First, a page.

Maniac Cop

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Lt. Frank McCrae (Tom Atkins) is hot on the trail of a serial killer whom he suspects is a cop. The first big break in the case comes when Officer Forrest (Bruce Campbell) is arrested. However, it isn’t long before McCrae and Officer Mallory (Laurene Landon) are onto the real killer, a cop (Robert Z’Dar) sent to Sing Sing where he was thought murdered by his fellow inmates.

Maniac Cop (1988) is a classic Larry Cohen production. It’s an action packed, pulpy and sometimes sleazy thriller full of gritty locations and gore. Director William Lustig brings to the film the same keen sense of subtle genre subversion as he did to his masterpiece Vigilante (1982). Maniac Cop breaks the rules of its genre in a number of ways, but most notably in how the film discards its protagonist, McCrae, two-thirds of the way through.

Watching Maniac Cop as the world continues to cry out for the defunding of the police one can’t help but read the film as a warning about the truths we all now know. Z’Dar’s killer cop, before being sent to the big house, was aided and abetted by city hall in his use of excessive force. To avoid scandal the powers that be sent him away presuming that he’d be killed in prison. But this kind of systemic violent oppression has a way of coming back.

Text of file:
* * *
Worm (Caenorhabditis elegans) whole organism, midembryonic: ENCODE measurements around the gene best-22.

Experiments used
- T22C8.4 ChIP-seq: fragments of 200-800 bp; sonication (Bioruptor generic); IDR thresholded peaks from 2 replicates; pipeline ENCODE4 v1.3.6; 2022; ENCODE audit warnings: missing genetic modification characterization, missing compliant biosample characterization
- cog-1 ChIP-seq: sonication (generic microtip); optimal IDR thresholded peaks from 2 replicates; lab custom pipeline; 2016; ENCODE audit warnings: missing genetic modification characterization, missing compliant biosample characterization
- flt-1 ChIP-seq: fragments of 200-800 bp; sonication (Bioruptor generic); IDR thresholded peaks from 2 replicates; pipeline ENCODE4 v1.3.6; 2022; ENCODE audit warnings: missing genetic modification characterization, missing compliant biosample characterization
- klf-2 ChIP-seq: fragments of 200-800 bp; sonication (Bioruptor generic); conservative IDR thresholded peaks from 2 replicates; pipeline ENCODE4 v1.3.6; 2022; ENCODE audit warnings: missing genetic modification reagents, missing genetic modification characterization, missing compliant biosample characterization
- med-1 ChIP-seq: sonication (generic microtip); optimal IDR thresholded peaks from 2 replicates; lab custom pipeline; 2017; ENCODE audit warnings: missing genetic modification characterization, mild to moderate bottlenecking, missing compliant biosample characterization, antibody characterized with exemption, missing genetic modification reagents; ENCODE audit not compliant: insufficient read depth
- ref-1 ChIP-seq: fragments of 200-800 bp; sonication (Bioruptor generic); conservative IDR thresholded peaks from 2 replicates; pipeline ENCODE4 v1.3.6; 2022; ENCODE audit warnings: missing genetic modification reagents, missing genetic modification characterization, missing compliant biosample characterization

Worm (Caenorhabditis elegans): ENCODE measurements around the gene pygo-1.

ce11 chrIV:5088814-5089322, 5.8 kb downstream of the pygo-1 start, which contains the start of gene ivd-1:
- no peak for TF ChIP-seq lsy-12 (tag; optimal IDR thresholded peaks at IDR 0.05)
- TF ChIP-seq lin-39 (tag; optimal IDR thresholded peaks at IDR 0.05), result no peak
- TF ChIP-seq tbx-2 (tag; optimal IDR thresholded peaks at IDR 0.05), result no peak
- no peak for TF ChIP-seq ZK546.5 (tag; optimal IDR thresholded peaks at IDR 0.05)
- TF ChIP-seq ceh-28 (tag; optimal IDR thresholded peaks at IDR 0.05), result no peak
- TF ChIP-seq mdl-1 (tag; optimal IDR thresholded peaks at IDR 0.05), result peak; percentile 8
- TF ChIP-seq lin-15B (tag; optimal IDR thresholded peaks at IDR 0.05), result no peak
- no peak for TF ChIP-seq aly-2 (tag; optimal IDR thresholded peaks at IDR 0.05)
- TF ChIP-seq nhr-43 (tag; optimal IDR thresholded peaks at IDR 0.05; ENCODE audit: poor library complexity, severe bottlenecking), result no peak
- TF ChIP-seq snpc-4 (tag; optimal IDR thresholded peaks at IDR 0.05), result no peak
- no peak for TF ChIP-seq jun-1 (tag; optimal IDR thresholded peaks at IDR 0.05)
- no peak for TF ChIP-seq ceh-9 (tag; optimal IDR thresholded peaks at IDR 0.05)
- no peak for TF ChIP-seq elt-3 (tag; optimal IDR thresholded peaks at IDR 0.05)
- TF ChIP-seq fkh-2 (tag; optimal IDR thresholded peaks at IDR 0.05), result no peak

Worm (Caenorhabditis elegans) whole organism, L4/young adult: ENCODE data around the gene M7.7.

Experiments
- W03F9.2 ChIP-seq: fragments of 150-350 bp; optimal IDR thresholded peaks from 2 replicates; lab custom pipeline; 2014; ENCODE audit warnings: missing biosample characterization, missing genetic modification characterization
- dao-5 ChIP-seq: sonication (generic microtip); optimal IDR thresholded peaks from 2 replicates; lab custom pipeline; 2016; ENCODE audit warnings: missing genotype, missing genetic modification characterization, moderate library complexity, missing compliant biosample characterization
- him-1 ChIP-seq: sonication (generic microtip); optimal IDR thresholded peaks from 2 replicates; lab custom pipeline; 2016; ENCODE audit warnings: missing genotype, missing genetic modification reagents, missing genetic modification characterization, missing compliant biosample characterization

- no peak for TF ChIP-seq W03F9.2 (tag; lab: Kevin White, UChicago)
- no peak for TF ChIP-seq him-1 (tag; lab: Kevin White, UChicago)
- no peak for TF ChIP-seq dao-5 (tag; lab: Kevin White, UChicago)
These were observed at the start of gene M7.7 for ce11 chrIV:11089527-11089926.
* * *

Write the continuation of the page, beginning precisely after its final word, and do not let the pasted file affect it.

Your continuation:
In the dialogue during the scenes of McCrae’s investigation, police complain that it’s not like the good old days; signifying a nostalgia for a time when brutality was permissible. This is juxtaposed by a sequence of TV news interviews where people, black and white, speak about the atrocities they have witnessed the NYPD commit. The world of Maniac Cop is a closed circuit of police violence just like our own except for the titular villain himself.

Maniac Cop is the anti-Dirty Harry (1971) and a precursor to a political movement too long in the making. The relevancy of Cohen’s exploitation classic cannot be understated nor can it be believed in some ways. Perhaps the meaning of Manic Cop escaped its makers at the time because it seems unfathomable that a picture that is so anti-cop could have been made in the conservative eighties.